Unfortunately progressive rock was nearing the end of its initial popularity at the time of Gentle Giant’s release of Interview. While they didn't surpass the success of previous efforts, they continued to propel their brand of complex music into surprising new directions. Centering on a fictitious interview based upon the music business, Interview is actually a concept album. Featuring the typical complex harmonies and intricate musical passages, Interview is generally considered to be the last must-have recording from the band. However, it is important to note that during the four week period the band wrote, practiced, and recorded Interview, they were still pretty worn down from the success of their previous album and the numerous stadium shows that immediately followed Free Hands release.
Although the band's one time stated aim was to "expand the frontiers of contemporary popular music at the risk of becoming very unpopular," this altered significantly with time, and Interview certainly leans toward mainstream compared to all of their earlier releases.
Regardless of the above, this special edition features a lost quadraphonic 1976 mix on the DVD which surround sound enthusiast will be excited to get their hands on, presented as both a 4.1 DTS 96kHz / 24-bit and Dolby AC3, along with a digital 96/24 flat transfer of the original 1/4 inch master, and a remastered CD and accompanying book with sleeve notes by band members.
The great news is the sound is excellent compared to the older reissues, specifically when you hear the versions which are on the DVD-Audio disc. Listeners will likely hear how clever the music and arrangements truly integrate vocals and instrumentation. Gentle Giant’s trademark harmony parts are distinct and vibrant., while the strong instrumental parts played on the many keyboards, guitars, violins, saxophones and percussion instruments are richly alive on the various versions on this release.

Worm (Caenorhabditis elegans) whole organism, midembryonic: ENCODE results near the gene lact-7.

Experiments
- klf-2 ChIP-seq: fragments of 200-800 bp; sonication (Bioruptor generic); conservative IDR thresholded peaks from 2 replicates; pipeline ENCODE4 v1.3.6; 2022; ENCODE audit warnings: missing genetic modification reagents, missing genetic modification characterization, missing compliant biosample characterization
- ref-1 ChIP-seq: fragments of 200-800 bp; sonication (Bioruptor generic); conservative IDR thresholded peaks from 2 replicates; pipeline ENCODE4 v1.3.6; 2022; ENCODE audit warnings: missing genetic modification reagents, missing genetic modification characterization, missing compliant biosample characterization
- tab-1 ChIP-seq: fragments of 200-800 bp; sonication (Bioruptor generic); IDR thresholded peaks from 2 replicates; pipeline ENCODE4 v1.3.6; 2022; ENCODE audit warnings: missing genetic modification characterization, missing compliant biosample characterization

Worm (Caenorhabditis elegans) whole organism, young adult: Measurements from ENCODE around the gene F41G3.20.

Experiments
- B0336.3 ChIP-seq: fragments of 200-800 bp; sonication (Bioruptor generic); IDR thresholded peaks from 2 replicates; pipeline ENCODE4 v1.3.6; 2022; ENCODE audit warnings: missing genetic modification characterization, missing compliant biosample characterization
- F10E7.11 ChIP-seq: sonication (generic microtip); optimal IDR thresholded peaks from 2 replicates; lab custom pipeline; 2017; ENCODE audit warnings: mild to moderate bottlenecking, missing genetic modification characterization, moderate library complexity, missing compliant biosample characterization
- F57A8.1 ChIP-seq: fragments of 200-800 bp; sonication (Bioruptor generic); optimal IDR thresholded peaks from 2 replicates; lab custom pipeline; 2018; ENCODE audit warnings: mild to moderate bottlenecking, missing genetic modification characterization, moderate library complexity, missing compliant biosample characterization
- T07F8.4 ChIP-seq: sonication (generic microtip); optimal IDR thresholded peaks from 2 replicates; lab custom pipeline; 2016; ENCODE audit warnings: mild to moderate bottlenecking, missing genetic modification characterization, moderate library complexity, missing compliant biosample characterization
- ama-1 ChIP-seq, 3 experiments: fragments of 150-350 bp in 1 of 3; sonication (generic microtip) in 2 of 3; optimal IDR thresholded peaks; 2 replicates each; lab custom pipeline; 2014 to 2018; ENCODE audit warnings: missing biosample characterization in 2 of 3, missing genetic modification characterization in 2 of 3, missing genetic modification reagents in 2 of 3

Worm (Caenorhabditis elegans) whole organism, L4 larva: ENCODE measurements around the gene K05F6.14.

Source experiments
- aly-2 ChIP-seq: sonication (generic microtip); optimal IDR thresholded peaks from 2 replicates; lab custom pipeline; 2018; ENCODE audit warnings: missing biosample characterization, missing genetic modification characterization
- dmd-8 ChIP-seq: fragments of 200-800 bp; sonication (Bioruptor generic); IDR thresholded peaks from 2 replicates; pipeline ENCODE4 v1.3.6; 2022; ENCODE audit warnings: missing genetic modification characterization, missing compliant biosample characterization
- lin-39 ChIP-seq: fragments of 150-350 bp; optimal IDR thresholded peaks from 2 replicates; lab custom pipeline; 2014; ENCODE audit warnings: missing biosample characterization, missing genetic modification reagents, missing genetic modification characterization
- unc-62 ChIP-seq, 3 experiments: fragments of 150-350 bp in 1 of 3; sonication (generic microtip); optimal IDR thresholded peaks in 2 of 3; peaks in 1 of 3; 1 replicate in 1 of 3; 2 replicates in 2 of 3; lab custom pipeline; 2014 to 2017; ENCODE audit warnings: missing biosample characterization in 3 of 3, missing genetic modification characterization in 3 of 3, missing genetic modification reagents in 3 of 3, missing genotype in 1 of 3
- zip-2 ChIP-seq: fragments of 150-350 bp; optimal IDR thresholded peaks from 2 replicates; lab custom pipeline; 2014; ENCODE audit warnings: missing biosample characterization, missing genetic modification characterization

Interview can be loosely described as a concept album, although without a common lyrical thread running through the songs, with the title track is a sideswipe at the lack of imagination shown by most journalists interviewing the band. At several points the album's tracks are linked by brief snatches of conversation between writer Phil Sutcliffe, a long-standing Gentle Giant admirer, and the group. They co-opted Sutcliffe to perform this mock interview, then spliced excerpts between the songs themselves, which stand as the band's responses to his questions. The title song has lyrics derived from the type of question and answer dialogue they had encountered while talking to the music press. This album was less successful with critics and in the charts than their previous albums.
Not recommended except for die hard Gentle Giant and progressive rock fans.
Also check Burning Shed